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Chile abortion policy grounds on which abortion is permitted


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Data19.06.2016
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Chile


ABORTION POLICY


Grounds on which abortion is permitted
To save the life of the woman No*

To preserve physical health No

To preserve mental health No

Rape or incest No

Foetal impairment No

Economic or social reasons No

Available on request No
Additional requirements
Not applicable.
____________

*Abortion law in Chile has been amended to remove all indications for the legal performance of abortions; however, it is a matter of dispute whether a defense of necessity might be allowed to justify an abortion performed to save the life of the woman.



REPRODUCTIVE HEALTH CONTEXT


Government view of fertility level: No official position
Government intervention concerning fertility level: No intervention
Government policy on contraceptive use: Direct support provided

Percentage of currently married women using

modern contraception: ..
Total fertility rate (1995-2000): 2.4
Age-specific fertility rate (per 1,000 women aged 15-19, 1995-2000): 49
Government has expressed particular concern about:

Morbidity and mortality resulting from induced abortion ..

Complications of childbearing and childbirth Yes
Maternal mortality ratio (per 100,000 live births; 1990):

National 65

South America 200
Female life expectancy at birth (1995-2000): 78

BACKGROUND


Abortion in Chile is governed by the Chilean Penal Code (12 November 1874, sections 342-345). Although the Code prohibits all abortions that are performed with malice (maliciosamente), historically it was understood that an abortion could be performed to save the life of the pregnant woman. Moreover, the Health Code (Decree No. 725 of 11 December 1967, section 119) expressly permitted a therapeutic abortion to save the life of the woman. The performing physician was required to obtain the written consent of two physicians.
On 15 September 1989, however, the Government of Chile amended section 119 of the Health Code to provide that “No action may be executed that has as its goal the inducement of abortion” (Law No. 18,826). The justification provided for the new restrictions was that, given the advances in modern medicine, an abortion was no longer needed to save the life of a pregnant woman. Owing to this amendment, it is generally, although not unanimously, believed that no abortions can now be legally performed in Chile.
Under the Penal Code, anyone who performs an abortion with the woman’s consent is subject to the normal length of short-term imprisonment. If the abortion is performed without the woman’s consent, the penalty is the maximum length of short-term imprisonment. A woman inducing her own abortion or consenting to it is subject to the maximum length of short-term imprisonment. Harsher penalties are imposed on physicians. Despite these penalties, few convictions are made for performing abortions because physical proof of abortion, such as traumatic injury to internal organs, is necessary to obtain a conviction.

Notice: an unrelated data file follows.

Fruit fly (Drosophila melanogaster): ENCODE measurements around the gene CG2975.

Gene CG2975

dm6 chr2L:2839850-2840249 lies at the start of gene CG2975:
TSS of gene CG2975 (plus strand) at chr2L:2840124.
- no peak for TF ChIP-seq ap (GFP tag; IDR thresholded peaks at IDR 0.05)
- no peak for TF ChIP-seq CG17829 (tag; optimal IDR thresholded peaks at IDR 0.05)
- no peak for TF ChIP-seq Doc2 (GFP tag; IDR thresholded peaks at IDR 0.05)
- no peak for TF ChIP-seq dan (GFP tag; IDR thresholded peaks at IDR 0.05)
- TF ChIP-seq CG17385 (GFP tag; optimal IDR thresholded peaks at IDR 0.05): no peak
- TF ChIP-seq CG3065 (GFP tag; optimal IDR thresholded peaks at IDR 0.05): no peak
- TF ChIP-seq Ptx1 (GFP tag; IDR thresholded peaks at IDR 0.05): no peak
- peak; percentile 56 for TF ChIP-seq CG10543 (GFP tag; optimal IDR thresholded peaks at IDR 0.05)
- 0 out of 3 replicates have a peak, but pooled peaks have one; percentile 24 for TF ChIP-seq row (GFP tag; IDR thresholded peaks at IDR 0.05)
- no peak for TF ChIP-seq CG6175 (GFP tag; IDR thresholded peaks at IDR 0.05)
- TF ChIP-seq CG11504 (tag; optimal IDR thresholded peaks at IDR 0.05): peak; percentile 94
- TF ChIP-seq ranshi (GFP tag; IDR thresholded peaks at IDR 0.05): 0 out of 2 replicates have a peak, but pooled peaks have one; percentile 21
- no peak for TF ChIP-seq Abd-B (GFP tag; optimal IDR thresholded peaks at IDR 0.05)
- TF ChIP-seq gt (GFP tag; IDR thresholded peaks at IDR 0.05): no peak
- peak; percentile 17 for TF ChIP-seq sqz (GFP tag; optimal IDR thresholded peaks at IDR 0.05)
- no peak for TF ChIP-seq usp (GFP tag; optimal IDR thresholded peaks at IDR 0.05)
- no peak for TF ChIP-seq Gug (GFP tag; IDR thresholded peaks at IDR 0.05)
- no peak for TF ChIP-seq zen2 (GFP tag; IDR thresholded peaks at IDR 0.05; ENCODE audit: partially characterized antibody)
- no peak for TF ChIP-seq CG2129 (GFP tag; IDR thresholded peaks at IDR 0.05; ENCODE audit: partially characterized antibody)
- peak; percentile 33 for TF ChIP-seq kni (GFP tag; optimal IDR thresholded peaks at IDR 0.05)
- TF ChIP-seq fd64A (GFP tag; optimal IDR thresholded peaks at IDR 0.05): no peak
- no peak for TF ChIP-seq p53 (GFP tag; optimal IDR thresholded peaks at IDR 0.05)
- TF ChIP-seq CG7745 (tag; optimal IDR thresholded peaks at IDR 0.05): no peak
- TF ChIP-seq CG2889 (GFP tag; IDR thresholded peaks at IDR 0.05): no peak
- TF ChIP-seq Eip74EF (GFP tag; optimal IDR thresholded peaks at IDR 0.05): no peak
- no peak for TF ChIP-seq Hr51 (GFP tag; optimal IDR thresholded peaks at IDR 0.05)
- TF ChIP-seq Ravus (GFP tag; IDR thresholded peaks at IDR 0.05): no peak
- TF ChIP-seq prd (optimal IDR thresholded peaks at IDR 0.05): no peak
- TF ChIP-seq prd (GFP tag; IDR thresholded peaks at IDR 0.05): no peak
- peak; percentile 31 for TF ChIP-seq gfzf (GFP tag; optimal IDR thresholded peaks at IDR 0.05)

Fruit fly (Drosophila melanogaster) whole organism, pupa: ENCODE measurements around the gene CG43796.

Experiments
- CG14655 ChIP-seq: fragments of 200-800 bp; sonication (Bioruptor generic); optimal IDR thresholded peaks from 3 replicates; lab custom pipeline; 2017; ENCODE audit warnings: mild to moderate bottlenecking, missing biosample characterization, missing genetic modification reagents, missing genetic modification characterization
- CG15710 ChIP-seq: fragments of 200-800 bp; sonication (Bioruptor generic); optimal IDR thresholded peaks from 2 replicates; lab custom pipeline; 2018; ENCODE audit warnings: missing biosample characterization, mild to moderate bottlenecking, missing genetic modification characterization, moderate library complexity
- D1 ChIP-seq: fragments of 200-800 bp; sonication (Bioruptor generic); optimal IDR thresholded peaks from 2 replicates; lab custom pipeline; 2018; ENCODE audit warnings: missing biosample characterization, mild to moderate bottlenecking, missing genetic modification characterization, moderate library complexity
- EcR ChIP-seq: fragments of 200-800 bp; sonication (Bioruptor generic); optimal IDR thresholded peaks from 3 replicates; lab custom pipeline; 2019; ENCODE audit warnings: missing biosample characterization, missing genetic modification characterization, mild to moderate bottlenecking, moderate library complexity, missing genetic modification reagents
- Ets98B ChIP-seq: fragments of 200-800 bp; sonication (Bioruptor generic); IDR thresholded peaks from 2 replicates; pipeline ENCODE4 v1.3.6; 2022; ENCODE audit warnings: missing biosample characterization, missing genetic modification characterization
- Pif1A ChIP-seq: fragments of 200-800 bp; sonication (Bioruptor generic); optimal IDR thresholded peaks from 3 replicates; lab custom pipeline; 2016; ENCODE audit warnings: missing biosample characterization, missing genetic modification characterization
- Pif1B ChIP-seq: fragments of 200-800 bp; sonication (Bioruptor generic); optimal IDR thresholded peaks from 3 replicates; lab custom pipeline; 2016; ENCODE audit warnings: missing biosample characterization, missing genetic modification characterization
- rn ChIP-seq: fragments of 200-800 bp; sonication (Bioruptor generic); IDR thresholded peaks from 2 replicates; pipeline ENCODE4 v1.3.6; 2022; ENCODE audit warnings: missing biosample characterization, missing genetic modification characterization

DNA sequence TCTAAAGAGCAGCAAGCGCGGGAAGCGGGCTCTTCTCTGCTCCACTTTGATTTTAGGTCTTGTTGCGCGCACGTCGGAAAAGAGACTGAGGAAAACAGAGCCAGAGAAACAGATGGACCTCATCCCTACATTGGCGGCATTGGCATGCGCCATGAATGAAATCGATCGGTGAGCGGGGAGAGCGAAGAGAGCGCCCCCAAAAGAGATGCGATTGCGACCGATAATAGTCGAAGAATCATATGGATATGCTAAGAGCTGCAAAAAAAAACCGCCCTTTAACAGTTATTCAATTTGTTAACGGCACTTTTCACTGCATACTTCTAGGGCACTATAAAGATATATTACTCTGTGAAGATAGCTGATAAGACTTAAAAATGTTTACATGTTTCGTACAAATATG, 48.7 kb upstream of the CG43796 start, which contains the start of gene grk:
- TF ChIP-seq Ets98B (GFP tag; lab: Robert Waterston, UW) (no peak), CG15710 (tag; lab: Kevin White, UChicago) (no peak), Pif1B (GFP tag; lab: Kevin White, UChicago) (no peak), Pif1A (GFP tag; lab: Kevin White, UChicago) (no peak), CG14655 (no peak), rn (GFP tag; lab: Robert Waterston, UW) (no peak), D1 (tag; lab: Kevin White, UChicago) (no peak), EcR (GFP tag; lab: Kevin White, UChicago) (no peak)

Since 1988, some attempts have been made to increase the penalties for abortion and make them equal to the penalties for the offences of infanticide and homicide. To date, these attempts have been unsuccessful.
Despite these restrictions, Chile has had very high rates of abortion during the last three decades. In fact, the high rates of abortion and the resulting high rates of maternal mortality led the Chilean Government to be one of the first Latin American countries to give official support to family planning activities. Surveys conducted in the early 1960s indicated that one of every four women in Chile had undergone an abortion. After the introduction of family planning in the mid-1960s, fertility declined significantly, as did the incidence of induced abortion and maternal mortality resulting from complications of abortion; deaths from illegal abortion declined from 118 to 24 per 100,000 live births between 1964 and 1979. Current rates, however, are still considered to be too high. Maternal deaths from abortion are also viewed as too high, with abortion complications accounting for up to 40 per cent of all maternal deaths.
Family planning services in Chile are provided mostly to married women. In 1996, the Ministry of Education created and implemented a sex education programme, despite opposition from conservative groups. In the same year, the Ministry of Health started a programme for adolescent health that does not, however, include reproductive health services. The on-going privatization of the health care system in Chile is having an impact on the availability of family planning services for the poorest sectors of society.






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